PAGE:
Migraines Linked to High Cerebrospinal Fluid Sodium Levels

Migraines Linked to High Cerebrospinal Fluid Sodium Levels

By Staff.

If you suffer from migraines, it’s likely you have significantly higher concentrations of sodium in your cerebrospinal fluid compared to people who do not suffer from migraines.

These findings come from a novel study that used a technique called sodium MRI to assess the migraine sufferers.  The findings were presented at the Radiological Society of North America (RSNA) annual conference.

Migraines are a type of headache characterized by severe head pain, and sometimes nausea and vomiting.  They can also include vision changes called auras.  Migraine affects about 18 percent of women and 6 percent of men. But those numbers may be higher, as migraines are difficult to diagnose.

“It would be helpful to have a diagnostic tool supporting or even diagnosing migraine and differentiating migraine from all other types of headaches,” said study author Melissa Meyer, M.D., radiology resident at the Institute of Clinical Radiology and Nuclear Medicine, University Hospital Mannheim and Heidelberg University in Heidelberg, Germany.

The researchers used a magnetic resonance technique called cerebral sodium MRI as a possible means to help in the diagnosis and understanding of migraines.  While MRI most often relies on protons to generate an image, sodium can also be visualized, and it has been shown with previous research that sodium plays an important role in brain chemistry.

The study included 12 women with a mean age of 34 years and who had been clinically evaluated for migraine, and 12 women of similar ages to serve as a control group.  Both groups underwent cerebral sodium MRI and both groups completed a questionnaire on the length, intensity and frequency of their migraine attacks and accompanying auras.  The sodium concentrations for both groups were analyzed and they found no statistical differences between the two groups for sodium concentrations in the gray and white matter, brain stem and cerebellum.

There were, however, significant differences when the researchers looked at sodium concentrations in the cerebrospinal fluid, which is the fluid that surrounds the brain and spinal cord and provides a cushion for the brain.

“These findings might facilitate the challenging diagnosis of a migraine,” Dr. Meyer said.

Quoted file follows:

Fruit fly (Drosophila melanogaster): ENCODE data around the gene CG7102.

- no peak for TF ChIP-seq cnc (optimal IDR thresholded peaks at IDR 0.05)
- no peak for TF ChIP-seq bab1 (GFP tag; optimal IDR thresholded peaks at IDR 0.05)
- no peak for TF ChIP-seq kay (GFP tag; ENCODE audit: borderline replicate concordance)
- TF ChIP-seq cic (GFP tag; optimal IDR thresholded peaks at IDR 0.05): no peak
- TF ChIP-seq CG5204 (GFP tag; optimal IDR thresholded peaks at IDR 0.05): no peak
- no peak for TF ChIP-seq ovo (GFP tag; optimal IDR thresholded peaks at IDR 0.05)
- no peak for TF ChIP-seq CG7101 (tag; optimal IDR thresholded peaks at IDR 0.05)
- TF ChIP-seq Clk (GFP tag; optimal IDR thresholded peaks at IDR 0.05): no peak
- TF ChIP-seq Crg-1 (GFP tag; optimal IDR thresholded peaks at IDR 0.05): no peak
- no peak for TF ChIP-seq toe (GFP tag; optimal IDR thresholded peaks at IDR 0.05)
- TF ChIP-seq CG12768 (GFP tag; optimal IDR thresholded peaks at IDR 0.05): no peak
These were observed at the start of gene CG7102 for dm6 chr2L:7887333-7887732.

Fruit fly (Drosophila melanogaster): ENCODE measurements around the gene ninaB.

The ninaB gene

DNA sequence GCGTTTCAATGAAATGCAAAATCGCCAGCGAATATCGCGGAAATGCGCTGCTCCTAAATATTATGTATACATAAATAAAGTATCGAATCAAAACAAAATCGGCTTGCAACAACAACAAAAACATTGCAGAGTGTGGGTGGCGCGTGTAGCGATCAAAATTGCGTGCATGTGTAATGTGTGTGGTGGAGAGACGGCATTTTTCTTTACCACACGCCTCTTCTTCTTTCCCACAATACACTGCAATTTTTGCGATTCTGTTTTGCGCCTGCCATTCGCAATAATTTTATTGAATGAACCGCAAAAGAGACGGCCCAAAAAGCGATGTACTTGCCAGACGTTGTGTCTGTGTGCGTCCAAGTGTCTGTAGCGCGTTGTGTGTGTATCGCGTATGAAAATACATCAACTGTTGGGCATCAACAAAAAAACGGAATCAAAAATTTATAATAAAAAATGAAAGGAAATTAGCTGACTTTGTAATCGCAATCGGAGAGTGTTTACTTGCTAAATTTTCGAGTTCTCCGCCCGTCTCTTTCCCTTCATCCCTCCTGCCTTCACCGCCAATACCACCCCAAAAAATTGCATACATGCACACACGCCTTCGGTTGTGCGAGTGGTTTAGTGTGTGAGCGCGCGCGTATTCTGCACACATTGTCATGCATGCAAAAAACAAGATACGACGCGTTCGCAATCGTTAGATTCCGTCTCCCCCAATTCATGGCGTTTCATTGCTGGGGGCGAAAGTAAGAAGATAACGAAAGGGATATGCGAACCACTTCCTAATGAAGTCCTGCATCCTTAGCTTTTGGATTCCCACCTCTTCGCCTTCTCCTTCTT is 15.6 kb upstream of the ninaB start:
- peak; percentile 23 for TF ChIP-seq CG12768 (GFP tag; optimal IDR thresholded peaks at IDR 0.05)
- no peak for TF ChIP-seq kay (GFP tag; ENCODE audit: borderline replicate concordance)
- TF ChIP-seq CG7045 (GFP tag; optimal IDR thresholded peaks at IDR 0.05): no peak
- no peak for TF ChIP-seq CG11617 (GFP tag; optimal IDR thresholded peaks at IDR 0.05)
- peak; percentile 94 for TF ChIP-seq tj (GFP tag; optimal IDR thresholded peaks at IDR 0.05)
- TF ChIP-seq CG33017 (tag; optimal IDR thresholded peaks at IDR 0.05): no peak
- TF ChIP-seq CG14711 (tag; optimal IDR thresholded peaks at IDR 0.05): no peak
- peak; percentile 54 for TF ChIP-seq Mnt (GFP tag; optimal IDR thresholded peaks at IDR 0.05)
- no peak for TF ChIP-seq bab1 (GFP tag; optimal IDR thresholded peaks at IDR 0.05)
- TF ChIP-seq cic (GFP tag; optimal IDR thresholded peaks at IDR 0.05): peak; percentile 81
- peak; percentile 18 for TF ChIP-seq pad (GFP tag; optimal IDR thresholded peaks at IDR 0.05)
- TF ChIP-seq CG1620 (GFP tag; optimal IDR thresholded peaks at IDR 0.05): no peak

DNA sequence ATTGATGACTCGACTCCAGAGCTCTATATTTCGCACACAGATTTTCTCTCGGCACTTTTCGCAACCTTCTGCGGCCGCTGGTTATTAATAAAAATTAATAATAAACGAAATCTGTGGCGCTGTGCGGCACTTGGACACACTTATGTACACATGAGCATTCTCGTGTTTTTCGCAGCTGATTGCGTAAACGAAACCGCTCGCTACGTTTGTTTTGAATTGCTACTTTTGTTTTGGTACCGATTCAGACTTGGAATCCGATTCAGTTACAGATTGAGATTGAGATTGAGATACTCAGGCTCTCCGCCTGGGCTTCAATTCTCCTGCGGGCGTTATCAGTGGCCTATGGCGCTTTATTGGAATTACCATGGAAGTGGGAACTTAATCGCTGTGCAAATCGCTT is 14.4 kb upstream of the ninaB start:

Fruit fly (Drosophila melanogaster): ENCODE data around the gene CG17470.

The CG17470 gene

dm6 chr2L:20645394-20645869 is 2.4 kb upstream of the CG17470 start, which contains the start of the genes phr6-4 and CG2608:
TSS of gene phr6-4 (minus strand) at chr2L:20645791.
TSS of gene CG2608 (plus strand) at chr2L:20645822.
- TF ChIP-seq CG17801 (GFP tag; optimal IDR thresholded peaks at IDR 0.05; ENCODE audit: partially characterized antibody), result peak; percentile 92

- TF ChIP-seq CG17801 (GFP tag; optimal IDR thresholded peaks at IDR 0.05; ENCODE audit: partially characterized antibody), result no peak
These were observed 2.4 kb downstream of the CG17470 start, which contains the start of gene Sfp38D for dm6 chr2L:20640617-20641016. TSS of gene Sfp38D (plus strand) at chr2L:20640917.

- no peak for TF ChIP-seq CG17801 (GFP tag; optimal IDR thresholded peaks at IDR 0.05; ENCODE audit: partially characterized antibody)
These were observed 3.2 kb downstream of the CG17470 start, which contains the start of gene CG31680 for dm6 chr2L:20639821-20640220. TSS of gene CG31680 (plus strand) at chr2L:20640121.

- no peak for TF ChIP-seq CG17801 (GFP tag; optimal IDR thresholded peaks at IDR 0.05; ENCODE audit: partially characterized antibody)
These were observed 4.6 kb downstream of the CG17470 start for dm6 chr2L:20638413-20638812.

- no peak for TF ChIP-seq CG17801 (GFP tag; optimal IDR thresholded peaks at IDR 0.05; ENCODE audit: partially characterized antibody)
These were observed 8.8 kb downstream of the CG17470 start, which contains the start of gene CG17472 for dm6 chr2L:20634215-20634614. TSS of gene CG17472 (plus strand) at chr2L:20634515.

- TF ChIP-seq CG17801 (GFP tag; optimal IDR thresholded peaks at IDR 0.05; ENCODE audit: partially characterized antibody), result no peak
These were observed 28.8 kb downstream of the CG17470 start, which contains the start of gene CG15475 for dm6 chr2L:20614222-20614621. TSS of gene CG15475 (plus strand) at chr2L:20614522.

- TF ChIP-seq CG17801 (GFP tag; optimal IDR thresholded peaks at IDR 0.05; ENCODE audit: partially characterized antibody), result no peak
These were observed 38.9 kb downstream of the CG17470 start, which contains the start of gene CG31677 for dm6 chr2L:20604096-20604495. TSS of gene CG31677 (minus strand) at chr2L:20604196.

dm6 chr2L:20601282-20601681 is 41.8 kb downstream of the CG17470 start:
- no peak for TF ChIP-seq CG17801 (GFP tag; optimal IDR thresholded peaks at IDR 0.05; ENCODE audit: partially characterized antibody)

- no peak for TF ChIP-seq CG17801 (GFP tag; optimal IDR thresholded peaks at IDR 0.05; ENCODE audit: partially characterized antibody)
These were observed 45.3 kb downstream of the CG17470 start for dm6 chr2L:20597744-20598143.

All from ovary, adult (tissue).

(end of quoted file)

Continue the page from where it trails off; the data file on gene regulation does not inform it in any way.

The researchers hope to learn more about the connection between migraines and sodium in future studies.

“As this was an exploratory study, we plan to examine more patients, preferably during or shortly after a migraine attack, for further validation,” Dr. Meyer said.

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Authored by: Staff

There are 2 comments for this article
  1. Bob Schubring at 7:20 am

    MichaelL raises an interesting point. A co-morbid condition in some migraineurs, particularly people who experience migraines with aura, is panic disorder (Torelli, P. & D’Amico, D. Neurol Sci (2004) 25(Suppl 3): s234. https://doi.org/10.1007/s10072-004-0294-4), which is known to be linked to elevated systemic sodium levels. People who suffer panic disorder often respond to stress by developing a salt craving but experience diminished thirst, leading to blood pressure elevation. After having panic attacks that can be temporarily disabling, thirst is again experienced and the people re-hydrate. Conceivably both disorders involve a dysfunction in how the sodium balance is regulated. It is possible that different tissue types don’t respond identically, to the hormones that regulate the sodium balance. If, for example, the kidneys adjust the blood sodium level down, but the CSF sodium level remains high, water would flow from the blood into the brain cells, as Michael L speculates. Possibly the sensations of migraine aura induce the salt craving, as adding more salt to the blood would reverse the brain swelling but boost the blood pressure further.

    This does seem a promising field for further research, and one that can extend life as well as improve quality of life. Migraine is a known risk factor for stroke. High salt intake is a known risk factor for high blood pressure and heart disease. Understanding these mechanisms will improve patient education and treatment compliance, as well as lead to improved treatments.

  2. MichaelL at 10:39 am

    I am an MD/scientist. I developed clinical depression after trying to taper cortisone dose too fast in the past. I have always thought that there was an association with sodium distribution and the health of the adrenal glands. In cortisol deficiency, the sodium balance could be affected resulting in high intracellular sodium in the brain affecting the brain. Hypernatremia causes a patient to develop hallucinations and brain dysfunction. Migraines could be related to swelling of the tissues relative to the high sodium in the tissue. Since it is swollen the amount of sodium in the tissue would appear to be normal. The body might elevate the CSF sodium to attempt to decrease the swelling in the brain. Whatever it is, it is still a complicated process that will take a long time to figure out. Right now, they have to determine the connection between the CSF sodium and the migraines. The answer could be there. The elevated levels are a good find. It could be the biggest breakthrough in migraine research for a long time.

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